Nutrition for Puppies

Nutrition for Puppies - Captain Zack

Puppies have different nutritional requirements than an adult dog. This is why it is important to assure that their needs are met so they grow and develop to their full potential while maintaining a healthy lifestyle.

 Dietary requirements of puppies differ from those of adult dogs. Mostly, they have different requirements for amino acids and for vitamins and minerals, especially calcium and phosphorus, which are required for bone growth, and Of course, puppies also have a higher calorie requirement than adult dogs of a similar size — pups simply burn more energy!

An appropriate diet for growth should be fed until the dog reaches approximately 80% of the anticipated adult size. This generally occurs by 12 months of age for small and medium-breed dogs, and by 18-24 months for large and giant-breed dogs.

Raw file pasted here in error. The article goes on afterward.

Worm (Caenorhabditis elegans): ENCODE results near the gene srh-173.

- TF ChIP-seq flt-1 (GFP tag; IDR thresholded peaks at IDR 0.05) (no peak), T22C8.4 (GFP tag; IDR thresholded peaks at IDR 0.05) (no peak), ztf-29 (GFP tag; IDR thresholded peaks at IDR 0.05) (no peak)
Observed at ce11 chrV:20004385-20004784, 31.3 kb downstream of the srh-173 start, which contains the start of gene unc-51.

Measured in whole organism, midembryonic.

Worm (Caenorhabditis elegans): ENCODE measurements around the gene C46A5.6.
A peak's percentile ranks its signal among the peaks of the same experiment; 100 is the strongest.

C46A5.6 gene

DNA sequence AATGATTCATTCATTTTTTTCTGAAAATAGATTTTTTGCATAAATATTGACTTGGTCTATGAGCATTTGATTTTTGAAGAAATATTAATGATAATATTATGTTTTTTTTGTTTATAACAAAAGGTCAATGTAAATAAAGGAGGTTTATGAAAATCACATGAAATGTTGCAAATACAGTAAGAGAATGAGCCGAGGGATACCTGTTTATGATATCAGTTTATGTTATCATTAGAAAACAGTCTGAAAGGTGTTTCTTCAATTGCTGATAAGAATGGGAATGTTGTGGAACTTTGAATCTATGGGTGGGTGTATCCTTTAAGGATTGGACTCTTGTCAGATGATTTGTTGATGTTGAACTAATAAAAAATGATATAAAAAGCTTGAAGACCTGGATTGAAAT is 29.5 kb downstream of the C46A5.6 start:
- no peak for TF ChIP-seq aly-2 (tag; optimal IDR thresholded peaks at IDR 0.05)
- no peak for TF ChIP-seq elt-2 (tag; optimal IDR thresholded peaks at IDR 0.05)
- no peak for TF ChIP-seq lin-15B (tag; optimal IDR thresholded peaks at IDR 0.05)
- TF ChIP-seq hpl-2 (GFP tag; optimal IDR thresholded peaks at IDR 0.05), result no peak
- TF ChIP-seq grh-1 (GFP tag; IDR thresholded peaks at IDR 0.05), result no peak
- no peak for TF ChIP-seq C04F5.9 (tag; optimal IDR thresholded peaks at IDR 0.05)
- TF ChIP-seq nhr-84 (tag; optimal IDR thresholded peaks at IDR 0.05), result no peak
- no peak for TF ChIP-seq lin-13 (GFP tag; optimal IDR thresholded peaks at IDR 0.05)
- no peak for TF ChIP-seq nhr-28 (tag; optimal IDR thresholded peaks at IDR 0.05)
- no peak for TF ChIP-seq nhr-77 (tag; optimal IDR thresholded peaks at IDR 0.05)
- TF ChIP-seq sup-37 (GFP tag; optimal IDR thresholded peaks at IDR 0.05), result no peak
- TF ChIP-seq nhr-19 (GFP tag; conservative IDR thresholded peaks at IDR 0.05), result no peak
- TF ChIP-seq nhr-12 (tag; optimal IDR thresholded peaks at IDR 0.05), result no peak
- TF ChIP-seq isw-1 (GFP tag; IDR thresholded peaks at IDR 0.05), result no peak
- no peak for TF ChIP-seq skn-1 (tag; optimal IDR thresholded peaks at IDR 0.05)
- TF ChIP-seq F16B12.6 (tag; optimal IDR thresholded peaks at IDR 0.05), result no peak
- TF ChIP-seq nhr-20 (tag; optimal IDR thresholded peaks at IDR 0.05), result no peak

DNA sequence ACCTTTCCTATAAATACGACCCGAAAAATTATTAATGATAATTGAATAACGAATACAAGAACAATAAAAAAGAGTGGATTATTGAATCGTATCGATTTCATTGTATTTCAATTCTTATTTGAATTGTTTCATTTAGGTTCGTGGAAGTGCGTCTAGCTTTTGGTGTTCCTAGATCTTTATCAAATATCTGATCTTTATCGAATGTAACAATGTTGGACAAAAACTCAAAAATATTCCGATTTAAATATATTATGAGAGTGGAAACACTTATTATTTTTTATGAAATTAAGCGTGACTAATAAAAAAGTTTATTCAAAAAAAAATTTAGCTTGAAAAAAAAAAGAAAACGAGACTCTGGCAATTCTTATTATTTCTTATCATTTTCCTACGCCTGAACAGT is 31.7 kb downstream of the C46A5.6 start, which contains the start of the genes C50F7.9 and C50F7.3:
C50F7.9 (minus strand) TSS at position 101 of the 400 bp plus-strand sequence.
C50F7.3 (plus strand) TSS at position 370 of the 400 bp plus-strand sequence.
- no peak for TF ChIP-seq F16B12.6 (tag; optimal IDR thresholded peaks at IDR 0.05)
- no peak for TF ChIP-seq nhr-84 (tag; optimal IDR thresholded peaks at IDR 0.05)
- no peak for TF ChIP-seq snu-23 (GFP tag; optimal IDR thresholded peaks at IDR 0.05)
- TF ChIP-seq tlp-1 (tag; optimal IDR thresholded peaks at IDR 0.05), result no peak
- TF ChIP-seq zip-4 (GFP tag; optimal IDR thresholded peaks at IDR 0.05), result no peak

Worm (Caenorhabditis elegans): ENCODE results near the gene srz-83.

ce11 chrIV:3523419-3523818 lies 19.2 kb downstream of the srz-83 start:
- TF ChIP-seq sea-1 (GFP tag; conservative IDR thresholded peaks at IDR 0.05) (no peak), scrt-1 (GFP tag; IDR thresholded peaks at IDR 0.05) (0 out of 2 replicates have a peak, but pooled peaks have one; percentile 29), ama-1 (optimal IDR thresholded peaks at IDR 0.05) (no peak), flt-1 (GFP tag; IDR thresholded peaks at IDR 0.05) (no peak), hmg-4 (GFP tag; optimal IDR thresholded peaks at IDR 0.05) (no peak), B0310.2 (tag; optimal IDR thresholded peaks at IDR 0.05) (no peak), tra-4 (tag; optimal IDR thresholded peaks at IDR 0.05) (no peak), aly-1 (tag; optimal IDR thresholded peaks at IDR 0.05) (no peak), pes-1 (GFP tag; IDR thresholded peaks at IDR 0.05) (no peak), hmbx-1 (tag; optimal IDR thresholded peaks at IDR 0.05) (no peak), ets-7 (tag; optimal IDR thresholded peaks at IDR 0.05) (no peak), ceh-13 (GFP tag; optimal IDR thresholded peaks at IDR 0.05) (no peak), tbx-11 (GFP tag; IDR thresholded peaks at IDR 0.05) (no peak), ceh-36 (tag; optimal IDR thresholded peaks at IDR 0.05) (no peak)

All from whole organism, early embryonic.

Care should be taken to ensure the dog maintains an ideal (lean) body condition, so keep in mind that growth diets may be fairly energy dense and could contribute to unwanted weight gain.

 Yes – puppies have distinct nutritional needs. However, checking the Nutritional Adequacy Statement on the label is the best way to determine if the diet is appropriate for the specified life stage.

 Feed slightly less and increase low-impact activity such as swimming or leash walking. In most cases, reducing calorie intake while continuing to feed the large-breed growth diet should allow the dog to return to a normal body condition while maintaining appropriate balances of other nutrients.

 The major differences between regular and large-breed growth diets are the energy density and calcium content. Large-breed growth diets are typically lower in calcium and are less energy dense in order to reduce the risk of overfeeding, which will lead to obesity – an all-too-common problem in today’s pets. Being overweight is an important risk factor for developmental orthopedic disease. All puppies should be kept lean throughout growth and beyond to promote health and longevity.


Credit: Dr. Jennifer A. Larsen, DVM, PhD, DACVN


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